Equal Rights Start In Schools



After one local mom noted the media’s coverage of Olympic women seemed stingy, we appreciated even more the Indy’s in-depth features on the Fischer sisters as leaders among U.S. women in Rio.

As dad and grandpa helping raise seven girls, I know even subtle bias can limit full realization of God-given gifts and creative potential for young women.  Public schools play vital roles empowering girls early to know they’re second to none in pursuing dreams and destiny.

Sometimes public school students take the lead overcoming hurdles to equal rights for their peers.  As early as 1969, the LBHS homecoming was democratized by students to promote equality and true not token diversity.  In 1970 students broke gender barriers at LBHS by affirmatively recruiting and electing the first female student body president.  A student government communications director ensured local media featured the milestone event (at lbstudentsfirst.com click “photos/growing/up/Laguna”).

Fast forward to 2002, local students raised $10,000 for Sima Wali, the heroine who risked prison or death operating underground schools to teach girls to read, in violation of Taliban law in Afghanistan. LB students and families generously supported her noble cause (at lbstudentsfirst.com click “photos/personal-family”).

Student driven civic empowerment at LBHS has waned. Recent adult orchestrated focus groups with misleading names fall far short of meaningful democratic student civics.  Our school board does not even comply with its own bylaws enabling a student government representative to participate in board deliberations and cast advisory votes.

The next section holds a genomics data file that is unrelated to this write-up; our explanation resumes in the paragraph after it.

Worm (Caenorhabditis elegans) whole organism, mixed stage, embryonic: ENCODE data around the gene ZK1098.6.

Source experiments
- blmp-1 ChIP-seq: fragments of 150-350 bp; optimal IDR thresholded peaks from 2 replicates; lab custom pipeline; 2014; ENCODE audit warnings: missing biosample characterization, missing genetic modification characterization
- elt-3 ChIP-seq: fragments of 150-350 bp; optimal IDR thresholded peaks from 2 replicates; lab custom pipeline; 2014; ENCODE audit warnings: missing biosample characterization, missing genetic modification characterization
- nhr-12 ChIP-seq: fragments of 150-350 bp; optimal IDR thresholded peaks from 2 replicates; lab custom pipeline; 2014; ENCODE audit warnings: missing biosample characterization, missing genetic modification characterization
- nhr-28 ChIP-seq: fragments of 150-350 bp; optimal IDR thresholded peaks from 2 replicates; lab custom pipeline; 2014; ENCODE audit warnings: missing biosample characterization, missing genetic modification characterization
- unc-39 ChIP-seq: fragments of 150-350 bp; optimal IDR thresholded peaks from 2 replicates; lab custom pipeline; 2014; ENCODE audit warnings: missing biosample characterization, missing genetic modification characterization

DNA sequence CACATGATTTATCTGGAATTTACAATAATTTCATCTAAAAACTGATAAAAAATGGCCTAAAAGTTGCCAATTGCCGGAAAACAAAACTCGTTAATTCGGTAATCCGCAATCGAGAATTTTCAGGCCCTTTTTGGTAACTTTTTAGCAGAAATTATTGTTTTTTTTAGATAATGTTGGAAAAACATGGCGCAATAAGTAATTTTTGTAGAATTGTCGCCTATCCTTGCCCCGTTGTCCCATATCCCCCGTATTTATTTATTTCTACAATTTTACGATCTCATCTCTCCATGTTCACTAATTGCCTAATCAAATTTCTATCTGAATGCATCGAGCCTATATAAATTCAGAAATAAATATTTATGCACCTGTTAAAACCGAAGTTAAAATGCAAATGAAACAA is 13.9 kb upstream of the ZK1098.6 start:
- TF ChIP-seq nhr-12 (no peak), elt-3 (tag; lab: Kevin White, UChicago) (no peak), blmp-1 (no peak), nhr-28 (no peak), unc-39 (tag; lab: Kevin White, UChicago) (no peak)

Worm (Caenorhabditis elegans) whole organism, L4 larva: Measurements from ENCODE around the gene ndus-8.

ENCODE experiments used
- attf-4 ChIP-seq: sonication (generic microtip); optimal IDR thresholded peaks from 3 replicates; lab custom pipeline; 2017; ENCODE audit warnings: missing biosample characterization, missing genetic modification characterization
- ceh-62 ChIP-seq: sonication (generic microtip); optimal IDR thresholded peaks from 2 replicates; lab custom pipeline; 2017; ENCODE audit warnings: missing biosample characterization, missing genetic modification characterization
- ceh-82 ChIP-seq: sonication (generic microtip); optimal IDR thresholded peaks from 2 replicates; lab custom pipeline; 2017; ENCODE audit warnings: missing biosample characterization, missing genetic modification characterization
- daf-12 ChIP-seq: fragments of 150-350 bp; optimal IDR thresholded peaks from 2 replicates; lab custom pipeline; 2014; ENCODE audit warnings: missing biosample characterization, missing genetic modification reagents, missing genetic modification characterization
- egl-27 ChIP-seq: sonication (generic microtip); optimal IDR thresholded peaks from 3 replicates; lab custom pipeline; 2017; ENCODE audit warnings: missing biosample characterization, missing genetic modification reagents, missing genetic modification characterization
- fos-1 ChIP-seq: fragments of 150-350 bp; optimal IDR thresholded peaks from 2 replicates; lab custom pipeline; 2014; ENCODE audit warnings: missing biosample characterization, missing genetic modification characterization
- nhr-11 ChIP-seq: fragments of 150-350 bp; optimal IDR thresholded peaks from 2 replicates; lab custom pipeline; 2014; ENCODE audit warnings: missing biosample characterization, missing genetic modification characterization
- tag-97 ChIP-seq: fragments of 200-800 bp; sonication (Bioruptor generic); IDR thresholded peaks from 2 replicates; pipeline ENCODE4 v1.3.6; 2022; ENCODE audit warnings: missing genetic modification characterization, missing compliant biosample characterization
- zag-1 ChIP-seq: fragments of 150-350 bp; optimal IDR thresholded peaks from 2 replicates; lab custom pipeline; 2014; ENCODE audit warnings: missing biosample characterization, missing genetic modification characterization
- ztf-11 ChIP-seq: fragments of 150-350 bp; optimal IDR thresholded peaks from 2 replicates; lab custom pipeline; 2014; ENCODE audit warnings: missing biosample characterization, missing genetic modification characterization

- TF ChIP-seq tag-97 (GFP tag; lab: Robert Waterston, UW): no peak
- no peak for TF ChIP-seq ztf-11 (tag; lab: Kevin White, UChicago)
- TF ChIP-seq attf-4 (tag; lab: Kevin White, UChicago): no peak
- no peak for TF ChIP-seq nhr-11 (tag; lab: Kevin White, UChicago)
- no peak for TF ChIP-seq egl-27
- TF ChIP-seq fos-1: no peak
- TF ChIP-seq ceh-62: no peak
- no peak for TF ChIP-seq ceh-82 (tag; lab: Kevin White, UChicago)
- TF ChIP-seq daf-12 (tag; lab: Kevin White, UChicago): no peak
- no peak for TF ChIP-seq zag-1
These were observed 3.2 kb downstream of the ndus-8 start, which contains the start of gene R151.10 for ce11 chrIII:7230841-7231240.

Ten years ago, I called for a revival of robust student government at LBHS under a new student ratified constitution, to bring students out of gadget-dependent social isolation into face-to-face interconnectivity and more vibrant campus life. Collaborative computer based learning is vital but no substitute for on and off campus civic empowerment giving all students new leadership options, exemplified by the LBHS student recently appointed to the board of the community food bank.

We are selling kids short when community service becomes a chore for graduation. The state Healthy Kids Survey findings of increased substance abuse at LBHS and “anguish” due to social disconnection confirm appropriately calibrated civics and student government will help reverse negative socialization, create healthy social encounters, and give all students a new ladder to leadership.

Early development of American civics based on equal rights and responsibilities for all leads to good citizenship. It all begins in our schools.

Howard Hills, Laguna Beach

The author is running for school board.  

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